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Female dim sum masters

Although the service kitchen isn’t the typical domain of the fairer sex, two female chefs have kneaded, furled and folded dough to the top of two Chinese restaurant kitchens in Singapore. Natasha Hong susses out the pair and their exquisite creations

Chef Kerene Cheng
Chef Kerene Cheng, Shang Palace
Steamed Gold Sago Ha Kao
Steamed Gold Sago Ha Kao, Shang Palace
Chef Loh Kah Poh
Chef Loh Kah Poh, Wan Hao Chinese Restaurant
Steamed prawn in squid ink
Steamed diced prawn and squid wrap in squid ink skin, Wan Hao Chinese Restaurant
By Natasha Hong |

Kerene Cheng

The first female to lead Shang Palace’s lauded dim sum section, the 43-year-old Singaporean heads a team of seven with her 15 years of experience clocked up in notable Chinese restaurants like Peach Blossoms at the Marina Mandarin Singapore. 

Toughest skill mastered 
The folding technique. ‘I didn’t attend culinary school and had to learn the skills from my dim sum master and seniors only after four years in the kitchen. I was very excited to be given the opportunity, and it took me half a year to get the basics of folding the eight to nine lines of a har kao (prawn) dumpling, and another year to refine that to 12 to 13 thin intricate lines of equal thickness.’ 

Prettiest dish 
‘I’m most proud of my har kao as they’re thin, translucent and delicate on the outside, and juicy on the inside. It showcases my skills in dim sum making.’ She tops her version with gilded orbs of sago. 

Taste her cuisine 
Try Chef Kerene Cheng’s specialties, including crisp-fried fresh prawn roll with lychee and mayonnaise ($6/3 pieces) and steamed gold sago shrimp dumpling ($7/3 pieces), for lunch at Shang Palace. 

Try Chef Cheng's dim sum creations at Shang Palace, Shangri-La Hotel Singapore.


Loh Kah Poh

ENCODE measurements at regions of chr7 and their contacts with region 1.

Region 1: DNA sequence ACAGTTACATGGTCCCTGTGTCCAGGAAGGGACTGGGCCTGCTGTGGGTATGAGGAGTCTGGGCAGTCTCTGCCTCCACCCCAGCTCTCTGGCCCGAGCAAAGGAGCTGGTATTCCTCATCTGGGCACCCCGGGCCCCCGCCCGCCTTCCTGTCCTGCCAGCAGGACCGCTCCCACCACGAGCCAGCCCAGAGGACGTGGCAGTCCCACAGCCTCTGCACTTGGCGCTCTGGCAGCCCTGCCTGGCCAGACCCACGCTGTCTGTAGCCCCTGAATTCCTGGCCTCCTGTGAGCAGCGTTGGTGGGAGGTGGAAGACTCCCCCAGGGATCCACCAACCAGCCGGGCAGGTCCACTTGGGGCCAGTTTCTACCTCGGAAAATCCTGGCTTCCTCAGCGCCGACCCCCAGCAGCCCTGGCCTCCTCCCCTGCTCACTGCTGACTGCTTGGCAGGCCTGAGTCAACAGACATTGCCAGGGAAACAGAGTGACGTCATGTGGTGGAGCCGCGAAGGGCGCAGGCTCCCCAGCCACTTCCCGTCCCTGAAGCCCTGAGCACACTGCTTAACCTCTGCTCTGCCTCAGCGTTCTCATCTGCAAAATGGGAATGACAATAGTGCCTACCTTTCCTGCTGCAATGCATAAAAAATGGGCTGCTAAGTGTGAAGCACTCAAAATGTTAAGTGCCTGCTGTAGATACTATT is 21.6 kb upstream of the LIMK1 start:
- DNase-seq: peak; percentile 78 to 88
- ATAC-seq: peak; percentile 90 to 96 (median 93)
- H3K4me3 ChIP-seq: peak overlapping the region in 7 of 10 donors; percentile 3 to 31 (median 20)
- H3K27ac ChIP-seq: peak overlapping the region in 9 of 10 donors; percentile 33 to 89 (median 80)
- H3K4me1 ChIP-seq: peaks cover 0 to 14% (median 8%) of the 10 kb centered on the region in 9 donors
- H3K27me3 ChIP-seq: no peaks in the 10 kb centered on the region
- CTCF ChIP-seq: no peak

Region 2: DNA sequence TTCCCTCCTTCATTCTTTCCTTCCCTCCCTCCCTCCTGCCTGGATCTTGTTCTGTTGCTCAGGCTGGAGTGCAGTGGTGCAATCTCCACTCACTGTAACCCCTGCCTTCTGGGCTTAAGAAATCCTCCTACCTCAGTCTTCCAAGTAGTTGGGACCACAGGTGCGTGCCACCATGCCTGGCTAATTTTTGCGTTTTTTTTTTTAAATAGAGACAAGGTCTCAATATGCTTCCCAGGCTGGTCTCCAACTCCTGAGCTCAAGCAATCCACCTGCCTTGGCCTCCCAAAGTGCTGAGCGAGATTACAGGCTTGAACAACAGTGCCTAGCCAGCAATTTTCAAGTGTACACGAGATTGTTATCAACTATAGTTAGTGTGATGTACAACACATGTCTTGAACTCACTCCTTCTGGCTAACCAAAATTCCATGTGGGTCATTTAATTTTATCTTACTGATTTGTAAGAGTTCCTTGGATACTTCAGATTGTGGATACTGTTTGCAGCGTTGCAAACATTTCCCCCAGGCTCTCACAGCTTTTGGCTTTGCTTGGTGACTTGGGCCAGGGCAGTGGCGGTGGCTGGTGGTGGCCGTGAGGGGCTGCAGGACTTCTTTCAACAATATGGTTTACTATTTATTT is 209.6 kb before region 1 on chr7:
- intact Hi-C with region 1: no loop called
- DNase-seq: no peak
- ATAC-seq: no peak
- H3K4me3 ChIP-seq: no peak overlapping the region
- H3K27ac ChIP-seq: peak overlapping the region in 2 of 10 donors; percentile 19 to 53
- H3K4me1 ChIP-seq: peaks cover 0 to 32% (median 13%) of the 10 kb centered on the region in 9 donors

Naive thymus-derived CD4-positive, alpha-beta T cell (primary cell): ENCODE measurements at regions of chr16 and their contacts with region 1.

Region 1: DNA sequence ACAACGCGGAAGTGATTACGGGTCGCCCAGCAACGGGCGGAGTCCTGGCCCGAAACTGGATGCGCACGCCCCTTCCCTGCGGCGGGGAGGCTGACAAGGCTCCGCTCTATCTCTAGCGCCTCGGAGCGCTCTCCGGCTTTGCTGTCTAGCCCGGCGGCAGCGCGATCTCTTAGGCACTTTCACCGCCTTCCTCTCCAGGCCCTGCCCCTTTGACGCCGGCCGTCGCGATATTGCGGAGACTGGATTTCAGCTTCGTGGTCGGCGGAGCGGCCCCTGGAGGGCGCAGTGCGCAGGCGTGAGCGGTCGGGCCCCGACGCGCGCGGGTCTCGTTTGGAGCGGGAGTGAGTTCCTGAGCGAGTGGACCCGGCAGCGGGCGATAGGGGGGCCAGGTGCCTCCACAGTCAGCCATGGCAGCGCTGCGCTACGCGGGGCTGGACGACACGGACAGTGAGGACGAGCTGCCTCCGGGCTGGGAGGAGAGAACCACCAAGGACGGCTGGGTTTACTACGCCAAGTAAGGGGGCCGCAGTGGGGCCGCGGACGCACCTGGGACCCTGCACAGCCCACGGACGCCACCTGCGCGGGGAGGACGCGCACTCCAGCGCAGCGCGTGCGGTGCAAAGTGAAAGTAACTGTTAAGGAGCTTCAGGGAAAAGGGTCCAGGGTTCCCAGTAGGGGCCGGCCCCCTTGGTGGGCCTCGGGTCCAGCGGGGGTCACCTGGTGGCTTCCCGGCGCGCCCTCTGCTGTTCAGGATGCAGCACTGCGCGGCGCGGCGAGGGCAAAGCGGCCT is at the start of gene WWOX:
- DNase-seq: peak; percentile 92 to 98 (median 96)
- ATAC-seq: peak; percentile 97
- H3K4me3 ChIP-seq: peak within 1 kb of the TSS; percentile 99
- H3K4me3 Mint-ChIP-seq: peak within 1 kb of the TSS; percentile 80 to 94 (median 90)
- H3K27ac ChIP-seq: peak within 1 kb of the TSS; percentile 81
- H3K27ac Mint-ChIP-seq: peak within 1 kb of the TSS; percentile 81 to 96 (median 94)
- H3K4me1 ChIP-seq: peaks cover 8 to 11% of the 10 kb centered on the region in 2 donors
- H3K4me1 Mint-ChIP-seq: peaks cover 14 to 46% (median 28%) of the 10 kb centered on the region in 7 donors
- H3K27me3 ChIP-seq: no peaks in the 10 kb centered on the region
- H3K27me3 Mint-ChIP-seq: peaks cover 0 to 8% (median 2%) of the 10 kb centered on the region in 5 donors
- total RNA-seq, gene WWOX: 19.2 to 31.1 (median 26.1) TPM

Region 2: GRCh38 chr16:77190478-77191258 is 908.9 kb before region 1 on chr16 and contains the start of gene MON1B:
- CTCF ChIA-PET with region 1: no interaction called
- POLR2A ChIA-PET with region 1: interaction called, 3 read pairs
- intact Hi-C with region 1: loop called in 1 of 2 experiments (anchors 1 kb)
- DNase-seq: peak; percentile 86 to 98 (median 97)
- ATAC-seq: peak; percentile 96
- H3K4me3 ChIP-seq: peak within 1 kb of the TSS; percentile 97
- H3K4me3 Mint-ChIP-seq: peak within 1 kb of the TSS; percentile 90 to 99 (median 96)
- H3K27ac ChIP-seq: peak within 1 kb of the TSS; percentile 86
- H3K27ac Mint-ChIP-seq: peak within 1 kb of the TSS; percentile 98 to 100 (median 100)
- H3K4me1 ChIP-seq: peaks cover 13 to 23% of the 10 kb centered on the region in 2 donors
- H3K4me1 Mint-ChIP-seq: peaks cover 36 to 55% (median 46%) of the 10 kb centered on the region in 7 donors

The Malaysian-born PR first came to Singapore at the age of 15 to work in the kitchens here. After 28 years picking up dim sum’s tips and tricks in establishments like Fok Yuen Restaurant and the Fullerton Hotel, her reign at Wan Hao is marked by her infusion of other cuisines into dim sum tradition. 

Toughest skill mastered 
Rolling dim sum skin. ‘It may appear to be a simple task of rolling and flattening it, but it takes constant practice and patience to master. I spent an entire year just mastering the skill – work too fast and you’ll have uneven skin, too distracted and you’ll get bad texture and consistency. No matter how tasty the filling may be, if wrapped in a poorly rolled skin, the dim sum’s a wreck.’ 

Prettiest dish 
‘My newly created diced squid and shrimp dumpling wrapped in squid ink skin. It’s thus far the best representation of my creations.’ 

Taste her cuisine 
Chef Loh Kah Poh presents her five signature creations, including steamed whole abalone with pork and shrimp dumplings ($5.80/piece), chilli crab crispy bun ($3.50/ piece) and squid ink prawn and squid dumpling ($3.50/ piece) until 30 November. 

Try Chef Loh's dim sum creations at Wan Hao Chinese Restaurant at the Singapore Marriott Hotel.